The Eternal Houdini
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The Eternal Houdini
By The Rev. Charles Hoffacker
The story we just heard from Luke’s Gospel is retold to us in many forms:
Through lyrics of Christmas carols,
Nativity scenes large and small,
and other ways as well.
For many of us this story is well-trodden ground. At every point we know what comes next. But something so familiar can contain within it unexpected depths.
I would like us to consider (this night/today) one phrase in Luke’s Christmas story to which we pay little attention. It is this: “She wrapped him in bands of cloth.” Some of us may remember an older translation, where he was “wrapped in swaddling bands.”
This action, undertaken by the child’s mother, is mentioned twice in the Christmas story: once, when it happens right after the baby’s birth, and again, when the angel speaking to the shepherds tells them to find him, and promises that this will be a sign to them: they will find “a baby wrapped in strips of cloth, lying in a feeding trough.”
First, it must be said that there is nothing unusual in how Jesus, just moments after his birth, was wrapped up in cloth bands. This was what was done for babies in that time and place. They were kept in this confinement for as long as two or three years to insure that they would grow up straight and well-formed. Nobody would consider swaddling a baby to be remarkable in itself.
Yet the angel mentions the wrapping of Jesus to the shepherds, and the writer of Luke’s Gospel tell us about it not once, but twice. Perhaps more is going on here than meets the eye.
The reference to bands of cloth wrapped around this baby could be a reminder of a passage in the Book of Wisdom, found in the Apocrypha. In this passage, the speaker is King Solomon. He’s explaining that he’s like the rest of us, a mortal molded in his mother’s womb, who, once born, began breathing the same air as everybody else. More than that, he goes on to tell us that he was nursed with care in swaddling cloths. [Wisdom 7:1-4.]
So Solomon, the son and successor of King David, is wrapped in bands of cloth as a baby. Centuries later, Jesus is born of the house of David as a son and successor of David in an even greater sense. He too is wrapped in bands of cloth. Like Solomon, he is a king truly human. His confinement in bands of cloth is important enough to be part of the angel’s announcement to the shepherds when glory lights up the night sky in the fields outside Bethlehem.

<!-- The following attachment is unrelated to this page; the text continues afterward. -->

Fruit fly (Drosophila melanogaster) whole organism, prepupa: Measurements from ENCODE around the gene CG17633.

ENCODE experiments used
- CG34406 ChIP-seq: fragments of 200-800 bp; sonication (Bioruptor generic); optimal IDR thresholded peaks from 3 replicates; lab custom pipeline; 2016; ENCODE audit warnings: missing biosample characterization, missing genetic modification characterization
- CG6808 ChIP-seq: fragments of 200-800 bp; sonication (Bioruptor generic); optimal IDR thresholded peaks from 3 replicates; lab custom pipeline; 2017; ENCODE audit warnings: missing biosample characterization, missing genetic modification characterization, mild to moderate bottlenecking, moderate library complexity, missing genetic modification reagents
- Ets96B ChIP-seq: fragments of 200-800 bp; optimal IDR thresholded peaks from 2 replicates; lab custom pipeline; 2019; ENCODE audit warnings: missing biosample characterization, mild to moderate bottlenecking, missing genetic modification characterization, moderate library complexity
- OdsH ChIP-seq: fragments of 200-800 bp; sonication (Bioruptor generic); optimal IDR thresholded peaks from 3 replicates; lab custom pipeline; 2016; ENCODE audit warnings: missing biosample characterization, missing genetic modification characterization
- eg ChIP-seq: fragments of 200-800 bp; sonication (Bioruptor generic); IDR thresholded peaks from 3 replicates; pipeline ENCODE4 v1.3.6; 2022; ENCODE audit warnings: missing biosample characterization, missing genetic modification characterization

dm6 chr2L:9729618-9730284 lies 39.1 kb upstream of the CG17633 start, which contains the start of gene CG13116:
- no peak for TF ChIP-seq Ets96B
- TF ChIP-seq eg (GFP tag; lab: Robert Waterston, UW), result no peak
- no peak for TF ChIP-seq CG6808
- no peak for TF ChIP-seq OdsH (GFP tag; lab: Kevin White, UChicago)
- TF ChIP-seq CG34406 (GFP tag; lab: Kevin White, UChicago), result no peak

Picture the scene: the newborn a prisoner confined by swaddling cloths. Like Solomon, he is David’s son, and a king far greater than Solomon or David. This Jesus is a captive, a captive of swaddling cloths and so much more, but no confinement can keep him captive. [The theme of the swaddling bands of Jesus as emblematic of the confinements from which he will escape is presented in Edward Hays, The Great Escape Manual: A Spirituality of Liberation (Leavenworth, Kansas: Forest of Peace Publishing, 2001), pp. 305-6.]
He escapes from the cloth bands as babies do, because he outgrows them, he grows up, he leaves them behind as he becomes first a toddler, then a boy, then a man. He escapes the constraints of swaddling cloths. This is only normal.
But he escapes other constraints as well. The religion into which he is born is a high and holy one leading many to life with God. Yet it is characterized by hundreds of requirements, some of them far from God’s last word on how to live life. His religious practice is often concerned with remaining separate from others, whether those others are sinners among his own people, or heretical Samaritans, or godless Gentiles, or oppressive Romans. Wrapped up tightly in these swaddling cloths, Jesus struggles hard to escape, and he succeeds.